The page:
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Flesh was one of the early stories written for 2000 AD by Pat Mills, and borrowed extensively from Mills' earlier work for Action, Hookjaw — although not to the extent of a follow-up story called Shako.

The first, and most popular, arc of Flesh told the story of greedy ranchers from the far future using a time machine to travel back to the Cretaceous period, where they farm dinosaurs for their meat. Eventually, the dinosaurs overpower the time-travelers and kill them all, predominantly a malevolent female T. rex named Old One Eye.

The second arc was set during the Triassic period, and featured a similar premise in which people have once again traveled back in time to hunt prehistoric animals. This time, though, the animals in question are fish and marine reptiles. This arc also brings back a character from the first one, in the form of human villain Claw Carver, as well as introducing a new prehistoric threat— the giant nothosaur Big Hungry.

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Other stories in the series have been published more recently, most of them focusing on the same Cretaceous setting as the original arc.

Tropes Include:

  • An Arm and a Leg: Claw Carver previously lost a hand in a fight with a Deinonychus. He replaces it with the dinosaur's claw.
  • Animals Not to Scale: Big Hungry, the villain of Book 2, is downright humongous for a Nothosaurus. He's stated to weigh 50 tons! Even the largest real life nothosaurs would have barely reached one ton.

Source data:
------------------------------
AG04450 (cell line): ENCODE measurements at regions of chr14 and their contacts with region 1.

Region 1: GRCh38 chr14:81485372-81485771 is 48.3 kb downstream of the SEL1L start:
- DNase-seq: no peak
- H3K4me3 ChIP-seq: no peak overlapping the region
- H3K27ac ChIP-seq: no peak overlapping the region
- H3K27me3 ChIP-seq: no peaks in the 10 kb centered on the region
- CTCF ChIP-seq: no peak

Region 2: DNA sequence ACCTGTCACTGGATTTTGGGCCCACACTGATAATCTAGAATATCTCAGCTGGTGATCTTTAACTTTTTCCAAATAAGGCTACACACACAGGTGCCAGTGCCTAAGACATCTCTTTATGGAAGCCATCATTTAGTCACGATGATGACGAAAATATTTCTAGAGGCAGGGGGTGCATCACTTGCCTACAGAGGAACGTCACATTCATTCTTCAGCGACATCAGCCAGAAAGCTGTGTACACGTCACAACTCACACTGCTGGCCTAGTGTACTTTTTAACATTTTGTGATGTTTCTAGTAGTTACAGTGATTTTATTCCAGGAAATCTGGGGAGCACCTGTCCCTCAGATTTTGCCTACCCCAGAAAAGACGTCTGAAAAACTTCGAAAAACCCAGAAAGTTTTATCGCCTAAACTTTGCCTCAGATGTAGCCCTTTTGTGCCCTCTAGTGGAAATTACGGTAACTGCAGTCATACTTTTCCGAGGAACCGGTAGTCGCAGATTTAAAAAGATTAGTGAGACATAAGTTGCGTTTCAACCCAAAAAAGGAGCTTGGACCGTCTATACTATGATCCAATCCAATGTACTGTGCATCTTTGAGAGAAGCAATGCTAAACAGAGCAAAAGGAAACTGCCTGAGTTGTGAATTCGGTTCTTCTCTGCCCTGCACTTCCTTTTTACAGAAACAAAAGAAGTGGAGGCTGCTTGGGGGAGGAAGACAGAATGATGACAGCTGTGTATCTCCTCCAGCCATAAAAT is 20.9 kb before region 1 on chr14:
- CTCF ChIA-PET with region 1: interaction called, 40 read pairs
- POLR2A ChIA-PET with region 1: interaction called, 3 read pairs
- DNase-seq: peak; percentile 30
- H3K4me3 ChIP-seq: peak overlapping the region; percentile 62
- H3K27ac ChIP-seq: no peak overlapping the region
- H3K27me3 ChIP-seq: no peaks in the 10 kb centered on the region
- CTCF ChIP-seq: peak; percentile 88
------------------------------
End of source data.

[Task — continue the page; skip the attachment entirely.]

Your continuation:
• Artistic License Palaeontology: Leaving aside instances of the work becoming outdated, there are a lot of things the comic gets just plain wrong. For example, none of the dinosaurs depicted in it lived in England. And out of them, only Tyrannosaurus, Triceratops, and Alamosaurus were actually present at the very end of the Cretaceous. Most of them are actually North American, but the African Ouranosaurus is inexplicably thrown in too. Additionally, pterosaurs and marine reptiles are regularly referred to as dinosaurs.
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  • Casual Time Travel: Played with. Time travel is heavily regulated; Certain periods of history, such at the 20th century, are off limits to time travellers. This doesn't stop rogue Trans-Time employees from running illegal safaris back to the Cretaceous era for extra profit.
  • Cattle Punk: The series practically oozes this.